Squeezer 0.6 released

I've just released a new version of Squeezer -- an Android application for controlling Logitech Squeezebox servers and their attached players.

Originally developed by Brian Brad Fitzpatrick up to version 0.5, this release features a wealth of new features, many of which are due to significant contributions by Kurt Aaholst. These include:
  • Browse your music library by album, artist, song, genre, and year.
  • Search across the library.
  • Internet radio support (browse staff picks, search)
  • Scrobble tracks if Last.fm is installed on your Android device.
  • A revamped UI.
You can install Squeezer from the Android Market. It's free, and open source. If you'd like to contribute the main project pages are on Google Code Hosting at http://code.google.com/p/android-squeezer/, and the code is on GitHub, https://github.com/nikclayton/android-squeezer.

Moving in Switzerland? A plug for Kaylan Umzug

I recently moved apartment in Zurich, and wanted to take a moment to plug the service offered by the removal company that I used, Kaylan Umzug.

The provided a full service move; packing, furniture disassembly, hand-over cleaning with guarantee, rubbish diposal, and furniture re-assembly at the new apartment. And they were fast -- my 6 room apartment (approx 50m3 of material) was cleared in 4h30m (8a-12.30p), and it took the same amount of time to unload and reassemble at the new place (1p-5.30p). Despite having to get furniture up to the second floor in an elevator only large enough for four people.

Other things that I liked about the service:
  • They provided a fixed price quote. Other companies that I spoke to quoted per hour. This always worries me, in that it gives them an incentive to proceed a little slower.
  • There were no hidden charges in Kaylan's quote -- VAT and insurance were included. Other companies broke them out as separate items, or left them as small print (i.e., VAT was not included, the customer was encouraged to get their own insurance). Also, unlike other companies their quote included all the necessary packing material.
  • Every other company quoted the move as taking two days. Kaylan did it in one (and were faster than their original time estimate.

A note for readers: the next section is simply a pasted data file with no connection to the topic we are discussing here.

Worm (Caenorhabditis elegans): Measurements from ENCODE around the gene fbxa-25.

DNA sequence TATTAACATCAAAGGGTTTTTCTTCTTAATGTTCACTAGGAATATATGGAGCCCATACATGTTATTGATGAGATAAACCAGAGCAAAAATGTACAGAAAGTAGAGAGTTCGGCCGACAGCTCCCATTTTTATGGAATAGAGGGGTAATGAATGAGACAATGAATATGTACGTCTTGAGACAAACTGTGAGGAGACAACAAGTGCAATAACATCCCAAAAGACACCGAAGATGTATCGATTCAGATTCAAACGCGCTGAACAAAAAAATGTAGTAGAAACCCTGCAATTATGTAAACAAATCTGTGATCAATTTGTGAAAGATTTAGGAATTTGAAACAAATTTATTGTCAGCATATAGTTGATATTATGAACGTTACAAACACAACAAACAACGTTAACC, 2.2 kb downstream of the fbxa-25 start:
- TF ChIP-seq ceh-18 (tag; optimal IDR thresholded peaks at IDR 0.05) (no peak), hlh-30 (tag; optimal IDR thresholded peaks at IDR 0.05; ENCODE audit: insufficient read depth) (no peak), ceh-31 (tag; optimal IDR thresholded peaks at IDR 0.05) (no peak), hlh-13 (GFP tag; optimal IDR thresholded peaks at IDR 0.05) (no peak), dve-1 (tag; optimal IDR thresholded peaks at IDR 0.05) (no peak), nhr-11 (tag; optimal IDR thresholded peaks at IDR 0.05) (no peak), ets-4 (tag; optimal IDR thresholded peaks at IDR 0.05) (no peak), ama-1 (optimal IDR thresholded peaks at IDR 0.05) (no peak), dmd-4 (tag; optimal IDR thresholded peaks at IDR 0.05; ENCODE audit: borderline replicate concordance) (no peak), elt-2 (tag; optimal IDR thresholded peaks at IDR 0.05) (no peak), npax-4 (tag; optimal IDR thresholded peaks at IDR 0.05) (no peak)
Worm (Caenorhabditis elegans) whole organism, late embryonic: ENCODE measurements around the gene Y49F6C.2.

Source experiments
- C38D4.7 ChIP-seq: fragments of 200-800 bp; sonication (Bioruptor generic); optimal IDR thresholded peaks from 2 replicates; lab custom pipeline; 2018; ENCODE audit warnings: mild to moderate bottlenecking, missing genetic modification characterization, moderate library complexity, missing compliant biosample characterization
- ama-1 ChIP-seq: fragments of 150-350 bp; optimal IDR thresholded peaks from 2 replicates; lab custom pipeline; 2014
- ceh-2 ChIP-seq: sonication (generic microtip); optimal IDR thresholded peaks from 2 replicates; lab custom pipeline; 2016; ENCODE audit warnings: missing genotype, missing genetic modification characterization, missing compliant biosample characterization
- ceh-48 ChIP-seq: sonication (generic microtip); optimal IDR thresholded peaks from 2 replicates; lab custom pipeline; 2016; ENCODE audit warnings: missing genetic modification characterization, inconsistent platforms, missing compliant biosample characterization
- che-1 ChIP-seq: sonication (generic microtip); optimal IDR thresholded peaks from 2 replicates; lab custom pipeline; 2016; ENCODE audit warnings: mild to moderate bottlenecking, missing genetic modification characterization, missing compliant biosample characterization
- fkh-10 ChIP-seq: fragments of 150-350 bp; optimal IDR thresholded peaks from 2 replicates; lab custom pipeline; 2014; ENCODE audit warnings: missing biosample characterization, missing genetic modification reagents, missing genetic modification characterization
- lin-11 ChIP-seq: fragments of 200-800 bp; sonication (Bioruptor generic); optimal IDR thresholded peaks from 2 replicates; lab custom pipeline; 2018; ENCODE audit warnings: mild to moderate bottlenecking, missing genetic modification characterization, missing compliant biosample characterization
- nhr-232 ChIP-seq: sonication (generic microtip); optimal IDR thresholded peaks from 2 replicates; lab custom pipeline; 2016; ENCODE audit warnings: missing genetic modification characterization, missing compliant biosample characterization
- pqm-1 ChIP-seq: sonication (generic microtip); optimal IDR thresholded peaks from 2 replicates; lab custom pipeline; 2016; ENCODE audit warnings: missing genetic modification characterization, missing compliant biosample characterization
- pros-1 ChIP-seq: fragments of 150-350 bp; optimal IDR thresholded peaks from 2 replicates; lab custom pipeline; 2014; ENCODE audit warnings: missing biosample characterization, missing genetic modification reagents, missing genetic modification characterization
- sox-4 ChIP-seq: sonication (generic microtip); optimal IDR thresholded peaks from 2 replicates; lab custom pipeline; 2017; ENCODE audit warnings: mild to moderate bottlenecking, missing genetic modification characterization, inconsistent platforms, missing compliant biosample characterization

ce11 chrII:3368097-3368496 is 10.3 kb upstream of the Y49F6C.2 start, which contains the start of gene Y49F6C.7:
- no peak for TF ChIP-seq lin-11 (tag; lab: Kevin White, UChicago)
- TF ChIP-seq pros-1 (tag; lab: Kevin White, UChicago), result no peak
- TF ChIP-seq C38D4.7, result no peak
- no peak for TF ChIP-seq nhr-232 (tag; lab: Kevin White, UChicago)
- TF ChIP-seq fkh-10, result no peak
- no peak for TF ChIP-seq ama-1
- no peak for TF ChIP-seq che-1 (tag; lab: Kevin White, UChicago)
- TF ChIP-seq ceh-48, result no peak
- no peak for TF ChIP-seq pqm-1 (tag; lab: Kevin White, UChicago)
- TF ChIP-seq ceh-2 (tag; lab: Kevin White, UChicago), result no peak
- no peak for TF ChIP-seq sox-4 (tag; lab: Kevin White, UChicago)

Finally, they were towards the cheaper end of the quotes that I received. The quote broke down in to three components.
  1. The move itself. CHF 4,560 (as already mentioned, inc. VAT, insurance, packing material, etc).
  2. The cleaning. CHF 1,500. This was marginally more expensive than the quote from my regular cleaning co., but I was happy to pay the extra to only deal with one company, as well as not have two companies getting in each other's way during the move.
  3. Rubbish disposal. CHF 600. I had approximately 8m3 of assorted junk that I no longer wanted and had failed to sell (or was too crappy to sell) that needed disposing.
Overall, probably the least stressful move that I've ever done. The worst part was hanging around while they efficiently moved everything, feeling rather like a spare wheel.

Mostly travel, a bit of culture

The last few days have been mostly travel, with a little bit of culture on the side.

On Monday I allowed myself a bit of a late start, and spent some time meandering around Manuel Antonio making sure that I hadn't missed anything. My Interbus pickup arrived a few minutes before the scheduled 1.15pm, and after a brief stop to pick up another family going to San Jose we hit the road.

The journey passed uneventfully, and I was checking back in to the Best Western Irazu a little bit before 5pm. Handily, this was right around Happy Hour at the local bar, which included a free drink.